In her Response, Plaintiff argues that summary judgment should not be granted because judicial estoppel should not be applied in this circumstance. Response [#37] at 8-10. Specifically, she maintains that she did not knowingly take inconsistent positions. Id. at 10. Instead, she argues that she "was misled by her first lawyer who advised her that a potential EEOC charge should not be disclosed as an asset in bankruptcy because it did not constitute a case or claim until the EEOC process was completed." Id. at 12. Plaintiff further argues that she "was not aware that a claim of employment discrimination constituted the sort of injury' claim that might need to be disclosed...." Id. (emphasis in original). In addition, she maintains that she received no unfair benefit. Id. at 12-13. Plaintiff argues that the Bankruptcy Court is no longer relying on her prior failure to list her potential claims against Defendant because she has reopened her bankruptcy case. Id. at 14. Finally, Plaintiff further argues that equitable considerations mitigate against estoppel. Id. at 14-15.

In support of her Response, Plaintiff submitted the Affidavit of Elizabeth Hanley, [#37-1] at 1-7, (the "Hanley Affidavit"), discussing the history of her bankruptcy case and the present action, the advice she received from various attorneys, and the status of her bankruptcy case. The Hanley Affidavit attaches the following documents: (1) a June 11, 2010 letter to Defendant's Chief Financial Officer from attorney Valerie Malara, sent on behalf of Plaintiff, [#37-1] at 8-9; (2) a June 28, 2011 letter to the EEOC from Plaintiff, [#37-1] at 10; (3) a "Bankruptcy questionaire" [sic] bearing attorney Richard Pierce's name and address at the top that is competed with Plaintiff's information, [#37-1] at 11-36; (4) an agreement entered into by Plaintiff and Glen R. Anstine, the Chapter 7 Trustee in her bankruptcy, dated December 19, 2013 [#37-1] at 37-38, (the "Agreement"). The Response also attached the Affidavit of Richard H. Pierce, [#37-1] at 40-41, (the "Pierce Affidavit").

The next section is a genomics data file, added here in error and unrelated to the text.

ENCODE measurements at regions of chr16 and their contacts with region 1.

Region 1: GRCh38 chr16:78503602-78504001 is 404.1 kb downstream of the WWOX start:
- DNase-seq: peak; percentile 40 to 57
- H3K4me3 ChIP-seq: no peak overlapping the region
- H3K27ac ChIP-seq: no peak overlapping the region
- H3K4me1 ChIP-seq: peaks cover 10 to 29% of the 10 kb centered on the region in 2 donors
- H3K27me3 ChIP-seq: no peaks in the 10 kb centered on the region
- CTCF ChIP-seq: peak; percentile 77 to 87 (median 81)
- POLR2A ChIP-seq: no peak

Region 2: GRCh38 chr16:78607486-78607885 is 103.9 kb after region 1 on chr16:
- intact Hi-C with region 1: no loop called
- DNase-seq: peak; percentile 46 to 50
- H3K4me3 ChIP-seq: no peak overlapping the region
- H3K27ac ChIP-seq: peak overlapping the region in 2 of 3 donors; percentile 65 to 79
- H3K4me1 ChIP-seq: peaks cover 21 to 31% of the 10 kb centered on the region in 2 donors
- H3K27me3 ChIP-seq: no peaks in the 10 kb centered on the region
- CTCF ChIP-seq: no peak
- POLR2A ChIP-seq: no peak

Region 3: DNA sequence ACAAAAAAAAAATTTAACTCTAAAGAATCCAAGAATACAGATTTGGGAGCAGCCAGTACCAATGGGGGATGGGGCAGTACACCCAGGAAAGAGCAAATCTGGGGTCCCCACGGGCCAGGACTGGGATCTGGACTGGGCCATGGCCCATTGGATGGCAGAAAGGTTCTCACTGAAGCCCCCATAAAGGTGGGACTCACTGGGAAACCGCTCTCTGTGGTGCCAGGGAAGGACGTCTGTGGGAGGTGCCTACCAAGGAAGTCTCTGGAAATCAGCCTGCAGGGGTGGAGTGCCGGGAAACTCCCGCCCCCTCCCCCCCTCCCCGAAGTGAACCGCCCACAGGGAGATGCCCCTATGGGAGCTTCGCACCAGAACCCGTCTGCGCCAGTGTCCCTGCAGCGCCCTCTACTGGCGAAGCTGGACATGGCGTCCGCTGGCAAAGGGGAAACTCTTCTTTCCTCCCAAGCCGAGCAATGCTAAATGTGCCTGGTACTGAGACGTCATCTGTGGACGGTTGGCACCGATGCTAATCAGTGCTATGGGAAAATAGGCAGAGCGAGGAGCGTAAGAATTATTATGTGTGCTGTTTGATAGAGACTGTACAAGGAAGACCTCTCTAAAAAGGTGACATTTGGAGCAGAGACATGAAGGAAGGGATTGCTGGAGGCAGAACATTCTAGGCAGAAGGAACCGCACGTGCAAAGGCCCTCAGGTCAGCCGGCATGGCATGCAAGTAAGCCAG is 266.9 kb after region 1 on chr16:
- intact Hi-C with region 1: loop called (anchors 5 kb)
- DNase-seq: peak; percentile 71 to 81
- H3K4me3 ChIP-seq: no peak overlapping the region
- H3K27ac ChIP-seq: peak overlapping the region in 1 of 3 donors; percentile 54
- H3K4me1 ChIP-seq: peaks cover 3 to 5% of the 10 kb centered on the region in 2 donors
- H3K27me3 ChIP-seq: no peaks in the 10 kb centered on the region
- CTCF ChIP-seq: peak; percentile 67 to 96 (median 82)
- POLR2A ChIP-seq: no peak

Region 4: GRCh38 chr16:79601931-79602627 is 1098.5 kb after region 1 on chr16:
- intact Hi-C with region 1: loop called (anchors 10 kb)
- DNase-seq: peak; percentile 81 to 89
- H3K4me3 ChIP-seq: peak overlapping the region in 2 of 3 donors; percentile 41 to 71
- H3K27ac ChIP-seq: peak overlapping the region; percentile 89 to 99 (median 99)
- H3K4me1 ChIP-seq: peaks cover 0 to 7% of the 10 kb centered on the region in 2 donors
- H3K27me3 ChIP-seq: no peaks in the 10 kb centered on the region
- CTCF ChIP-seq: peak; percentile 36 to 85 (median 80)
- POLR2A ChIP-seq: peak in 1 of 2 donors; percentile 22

In its Reply, Defendant offers two main arguments. First, the exception to judicial estoppel carved out in circumstances of inadvertence or mistake does not apply here. Reply [#39] at 2-7. Second, Plaintiff's argument regarding equitable considerations does not militate against the application of judicial estoppel. Id. at 7-8.

III. Standard of Review

The purpose of a motion for summary judgment pursuant to Fed.R.Civ.P. 56 is to assess whether trial is necessary. See Celotex Corp. v. Catrett, 477 U.S. 317, 323 (1986). Under Fed.R.Civ.P. 56(c), summary judgment shall be granted if "the pleadings, the discovery and disclosure materials on file, and any affidavits show that there is no genuine issue as to any material fact and that the movant is entitled to judgment as a matter of law." An issue is genuine if the evidence is such that a reasonable jury could resolve the issue in favor of the nonmoving party. Anderson v. Liberty Lobby, Inc., 477 U.S. 242, 248 (1986). A fact is material if it might affect the outcome of the case under the governing substantive law. Id.

The burden is on the movant to show the absence of a genuine issue of material fact. Adler v. Wal-Mart Stores, Inc., 144 F.3d 664, 670-71 (10th Cir. 1998) (citing Celotex, 477 U.S. at 323). When the movant does not bear the ultimate burden of persuasion at trial, the "movant may make its prima facie demonstration [of the absence of a genuine issue of material fact] simply by pointing out to the [C]ourt a lack of evidence for the nonmovant on an essential element of the nonmovant's claim." Id. at 671. If the movant carries the initial burden of making a prima facie showing of a lack of evidence, the burden shifts to the nonmovant to put forth sufficient evidence for each essential element of his claim such that a reasonable jury could find in his favor. See Anderson, 277 U.S. at 248; Simms v. Okla. ex rel. Dep't of Mental Health & Substance Abuse Servs., 165 F.3d 1321, 1326 (10th Cir. 1999). The nonmovant must go beyond the allegations and denials of his pleadings and provide admissible evidence, which the Court views in the light most favorable to him. Adickes v. S.H. Kress & Co., 398 U.S. 144, 157 (1970); Panis v. Mission Hills Bank, N.A., 60 F.3d 1486, 1490 (10th Cir. 1995) (citing Celotex, 477 U.S. at 324). Conclusory statements based merely on conjecture, speculation, or subjective belief are not competent summary judgment evidence. Bones v. Honeywell Int'l, Inc., 366 F.3d 869, 875 (10th Cir. 2004). The nonmoving party's evidence must be more than "mere reargument of [his] case or a denial of an opponent's allegation" or it will be disregarded. See 10B Charles Alan Wright, et al., Federal Practice and Procedure § 2738 at 356 (3d ed.1998).

IV. Findings of Fact

Based on the record, the Court makes the following ...